"The fearful fathers fly unto their last refuge, they thought it best to name a Dictator… The city fled unto the remedy so long desired, which was to name a Dictator. And the reason was, for that they held the Dictator for a god, and his commandments for oracles… The Dictator's edict was always religiously observed. And even the enemies besieging the city of Rome, abandoned the siege, hearing that they had created a Dictator. So GREAT was the FEAR of a DICTATOR with the enemies, as he was no sooner created, but they departed from the walls." -Jean Bodin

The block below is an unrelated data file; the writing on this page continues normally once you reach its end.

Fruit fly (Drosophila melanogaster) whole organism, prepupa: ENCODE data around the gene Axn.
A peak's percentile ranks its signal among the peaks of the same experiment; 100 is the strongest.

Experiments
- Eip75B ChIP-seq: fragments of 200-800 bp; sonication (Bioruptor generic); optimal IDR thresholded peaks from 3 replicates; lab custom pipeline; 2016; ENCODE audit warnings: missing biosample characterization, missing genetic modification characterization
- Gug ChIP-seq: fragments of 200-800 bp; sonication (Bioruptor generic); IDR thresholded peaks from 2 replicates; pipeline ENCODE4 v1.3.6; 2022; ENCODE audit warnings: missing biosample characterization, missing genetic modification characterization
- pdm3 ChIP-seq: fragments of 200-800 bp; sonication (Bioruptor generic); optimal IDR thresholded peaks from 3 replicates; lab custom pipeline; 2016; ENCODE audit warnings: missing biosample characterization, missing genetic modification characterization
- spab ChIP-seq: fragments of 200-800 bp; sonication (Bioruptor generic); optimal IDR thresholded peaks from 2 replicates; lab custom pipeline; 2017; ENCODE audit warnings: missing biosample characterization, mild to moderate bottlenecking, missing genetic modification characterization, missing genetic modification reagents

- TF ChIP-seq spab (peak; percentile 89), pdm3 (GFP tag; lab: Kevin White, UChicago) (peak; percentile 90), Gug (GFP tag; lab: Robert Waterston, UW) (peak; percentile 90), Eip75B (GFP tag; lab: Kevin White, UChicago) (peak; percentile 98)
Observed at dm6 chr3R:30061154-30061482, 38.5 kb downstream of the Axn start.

MONARCHY IS MONSTROUS! The state of Monarchy is so monolithic, great, and monstrous, has awesome power and pre-eminence of a monarchic individual, like the pre-societal individual who first founded the state, that Aristotle called the greatest of benefactors. This is why Thomas Hobbes alludes to in his Leviathan, in its generation, and its manifestation in the natural person of a sovereign monarch... Power that is immense, tyrannical, great, absolute, resembling the status of the whole to the part, having the strength of the entire body-politic and people united in one person. This is why Caligula was called Emperor to Monster, because Caligula aspired towards the great state of MONARCHY that was greater than princes and petty kings. Let me continue about why the individual nature of Monarchy matters, and why conservatives might be juxtaposed to it despite their appraisal of royalism... When stating that Man is societal, he should also recognize the origin of that from Aristotle, where Hobbes criticizes... Aristotle says, that the STATE comes prior to the Individual and the Family... that the WHOLE comes prior to the PART... that a human body must come before there are hands and legs and heads and other appendages... Thomas Hobbes understood this very well, as Aristotle said that man separated from human society must be a GOD or a BEAST. BUT that Man who is so pre-eminent to be the Great Founder of the state, and establish wisdom and justice and teach men, is also pre-eminent, and isn't merely a part, but has the pre-eminence of the whole in comparison to the part, and has the whole power of the state invested in him... so the pre-eminent Monarch is compared to a God... and that's why Aristotle says, "What did the mouse say to the LION?" Think of the Egyptian sphinx, to better understand the Leviathan, and how Aristotle talks about GOD or BEAST... and the pyramid and its whole... these are important ideals of Monarchy, and about the individual nature, that an individual man, one person above thousands, must be pre-eminent simply because he was an individual whose person became associated with the greater whole. So that's how it ties into individuality... The conservatives rap about society, and their aversion of Monarchy is sometimes understood when the Monarch is an individual, like Nebuchadnezzar, as his Bible story had him walk with the animals, aka like a beast, and this is what conservatives fear about Monarchy, and won't accept in the individualist nature of the Monarch -- except, the individual nature is also tethered to the pre-eminence of this state and why it is likened to God. The Leviathan is hated by traditionalists no less than Frankenstein's monster, because like with Caligula whose aspirations were towards Monarchy, he assumed unto himself a great power, that was disdained by conservatives... that they associate with Monarchy as Monstrous. Hobbes Leviathan was said to be part-Man, part-God, part-Animal, Part-Machine... So Monarchy is by all means and forms, really monstrous in one way or another, because of the sheer pre-eminence and scale, even in modest royal states, because it is with great disbelief we'll see the whole state united in one person, and disbelief that one man truly rules over many... that same skepticism repeated by conservatives, because it is so hard to believe, that one man truly rules, but the pre-eminence of monarchy is so extraordinary and great, so magnificent, it obviously would be, and it's no wonder that on paper it is like a god among men, and why the state of monarchy is compared to God, if not for the fact that one person rules above thousands... as Louis XIV says, "I am the State" or "Nec Pluribus Impar" not unequal to many... not unequal to thousands... the pre-eminent Monarch humbles an entire population. The Sphinx is like the Leviathan in being a cross-hybrid, between God, Man, or Beast, and the pyramid in this image I'd say resembles the pre-eminence of the Whole... If you look at the front cover of Leviathan, you'll understand a few things: 1st, the Leviathan cover has a perfect triangle, between the Sword of Commonwealth and the Crosier, meaning protection and mastery of doctrine, with the Head... Hobbes said, that the Sovereign is the SOUL of the Commonwealth, not merely the Head, and why? Because like Aristotle mentioned, Hobbes sought the pre-eminence of the Whole in relation to the Part... Absolutists call this the relationship between general and particular... and associate it strongly with Sovereignty or Majesty... In the absolutist mythos, the Monarchy started out Despotic or Tyrannical, with Lordly Power, like William the Conqueror or the Roman Patriarch, and became Royal over-time, but still held the Power of Life and Death, the sole basis of absolute power being from the Pater Familias doctrine of the Romans that gave the Fathers of Families absolute power of life and death, the state of monarchy being like a household, no different political/economical (as economic means household) means that the political monarch is the father of his people, has the power of life and death... They will never appreciate how monstrous Monarchy is, & how this applies to all Monarchy in general. They will never truly accept the individual power, undivided, while still being the exception to the private individual, has a public personage, and such an extraordinary Monarchy. They fear Henry VIII, Akhenaten, & Caligula, they fear that one man could become a Monarch, that one person could humble thousands, and that a whole people could follow him like their shepherd and bring unity to the body-politic. They fear a Monarchy, these conservatives, not settling for anything better than multi-party democracy or said feudal equivalent, finding refuge in stagnation and division, and obfuscating everything, and hoping that the nobles would be an obstacle, as if the Twelve Disciples should be the worst enemy of Christ. SO their hatred of Monarchy could be explained through their conservatism / traditionalism. Not wanting to such an extraordinary Leviathan to shape a mold and one-man so pre-eminent to become the Father of the People.